Paris attacks: moving beyond the clash of civilizations

Mohamed Chebarro

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Who is calling for a clash of civilization in our world today? Is it the Islamic State of Iraq and Syria? No doubt about it. Or the Muslim Brotherhood? Some people certainly think so.

Or is it Iran’s Islamic Revolution and its values, that border more on extreme nationalism than sectarian Shiite supremacist ideology?

Through Iran’s posturing and meddling in the affairs of states - ranging from Iraq, Syria, Lebanon, Yemen and Bahrain, to name a few - one cannot exclude the undertones of a clash of civilizations made by its leadership.

Some suggest that Jewish extremism is indirectly aligned to that clash, as it advances its ultimate goal - one that states that the modern state of Israel is best protected by Jewish state to stand up to a possibly ever-spreading ISIS.

The latest attacks on Paris seem to serve one objective, and that is to raise tensions and intolerance. ISIS hopes to sow the seeds of fear and hatred in the open, civil societies spread out across Europe and the rest of the world for the past six or seven decades.

Seeds of fear

The latest attacks in Paris will no doubt awaken fears and embolden the extreme right, not just in France, but across the continent.

For the ISIS-linked cells that committed this heinous crime against Parisians did not spare the Christians or the Muslims, the Buddhists or the atheists, women or men, or the young or the old.

The attacks did not differentiate between lovers of music, whether of hard rock, heavy metal or jazz.

The criminals were blind to other nationalities and did not care if they killed French citizens or with them people from 20 different nationalities.

They did not select their targets according to creed, beliefs, sects or ethnicities. They vented their anger on our way of life, and they were out to kill our way of life that for some reason they do not like, because someone somewhere told them it was the source of all evil.

The criminals - and I will not call them terrorists as they wish to be called - are playing a dangerous card.

A mosaic of society

The areas they targeted represent a basic mosaic of modern society: a cafe, an Asian restaurant, a concert hall, and a football ground.

Above and beyond, those who terrorized by the indiscriminate violence and weaponry were aiming at something more cruel.

In the ninth, tenth and eleven districts of Paris, people to a great extent are colorblind. Most are politically correct and serve somehow as an example of coexistence - if not a totally perfect one.

In these parts of Paris, the French Africans live with the White Catholic French from Normandy, the French Arabs are neighbors with Chinese. Jews live beside Muslims, while the Christians thrive happily with the Buddhists.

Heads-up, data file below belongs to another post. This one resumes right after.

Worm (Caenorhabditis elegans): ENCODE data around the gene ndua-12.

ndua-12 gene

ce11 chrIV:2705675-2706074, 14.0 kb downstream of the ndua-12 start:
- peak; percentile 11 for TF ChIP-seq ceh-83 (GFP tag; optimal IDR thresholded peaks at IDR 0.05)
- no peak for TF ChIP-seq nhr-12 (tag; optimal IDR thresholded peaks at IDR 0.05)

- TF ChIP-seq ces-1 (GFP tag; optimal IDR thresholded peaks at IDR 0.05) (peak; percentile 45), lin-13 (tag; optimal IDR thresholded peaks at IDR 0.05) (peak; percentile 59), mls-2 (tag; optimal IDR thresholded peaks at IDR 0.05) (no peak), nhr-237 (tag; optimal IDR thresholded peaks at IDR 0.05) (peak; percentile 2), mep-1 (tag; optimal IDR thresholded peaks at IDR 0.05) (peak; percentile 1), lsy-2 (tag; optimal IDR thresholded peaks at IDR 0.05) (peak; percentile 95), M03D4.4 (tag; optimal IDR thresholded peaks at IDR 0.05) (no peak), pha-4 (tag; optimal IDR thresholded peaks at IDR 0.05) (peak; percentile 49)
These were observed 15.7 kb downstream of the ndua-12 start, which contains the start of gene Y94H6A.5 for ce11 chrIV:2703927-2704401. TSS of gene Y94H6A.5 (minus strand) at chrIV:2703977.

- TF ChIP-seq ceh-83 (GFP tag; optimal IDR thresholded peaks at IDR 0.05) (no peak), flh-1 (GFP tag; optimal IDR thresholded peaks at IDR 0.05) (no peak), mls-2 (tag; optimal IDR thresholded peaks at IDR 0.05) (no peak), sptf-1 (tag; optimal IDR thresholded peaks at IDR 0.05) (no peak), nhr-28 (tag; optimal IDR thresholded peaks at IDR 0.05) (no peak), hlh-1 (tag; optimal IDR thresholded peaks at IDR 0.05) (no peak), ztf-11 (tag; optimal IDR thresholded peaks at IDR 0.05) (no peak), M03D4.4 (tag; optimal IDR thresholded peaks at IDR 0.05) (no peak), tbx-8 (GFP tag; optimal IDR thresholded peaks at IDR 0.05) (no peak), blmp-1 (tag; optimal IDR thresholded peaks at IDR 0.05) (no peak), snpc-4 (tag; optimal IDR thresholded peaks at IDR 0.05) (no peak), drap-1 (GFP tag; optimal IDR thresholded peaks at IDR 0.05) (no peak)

Winning over terror

In those same neighborhoods, an entente cordiale exists, despite differences. In a way, the city’s left-wing bourgeois, bohemian population resembles the world’s hard-working people from all classes, who are accustomed to living together no matter what.

It is no wonder that Paris receives millions of visitors each year, who come to sip coffee on its many terraces at the corners of many boulevards, and to feel illuminated by the history found on Parisian streets.

Those visitors want to be inspired by living an everyday life in Paris and then maybe wherever they go back to later.

In the areas targeted by ISIS, Cambodians made peace with the Vietnamese and Chinese, while Algerian immigrants made peace with their former colonial brethren, while the Jews returned in force and repopulated synagogues that Nazi Germany once emptied of worshippers.

Today in Paris, despite the wounds and the gravity and scale of the attacks, it is time to demonstrate a further attachment to living that same way of life that cannot help but resemble that piano player who returns every day to Place de la Republique, intent on playing for remembrance and healing, and in his own way expressing what President Hollande said: that the French republic will win over terror.

And I hope that the piano player will play away the dangers of an imposed clash of civilizations.
Mohamed Chebarro is currently an Al Arabiya TV News program Editor. He is also an award winning journalist, roving war reporter and commentator. He covered most regional conflicts in the 90s for MBC news and later headed Al Arabiya’s bureau in Beirut and London.

Disclaimer: Views expressed by writers in this section are their own and do not reflect Al Arabiya English's point-of-view.
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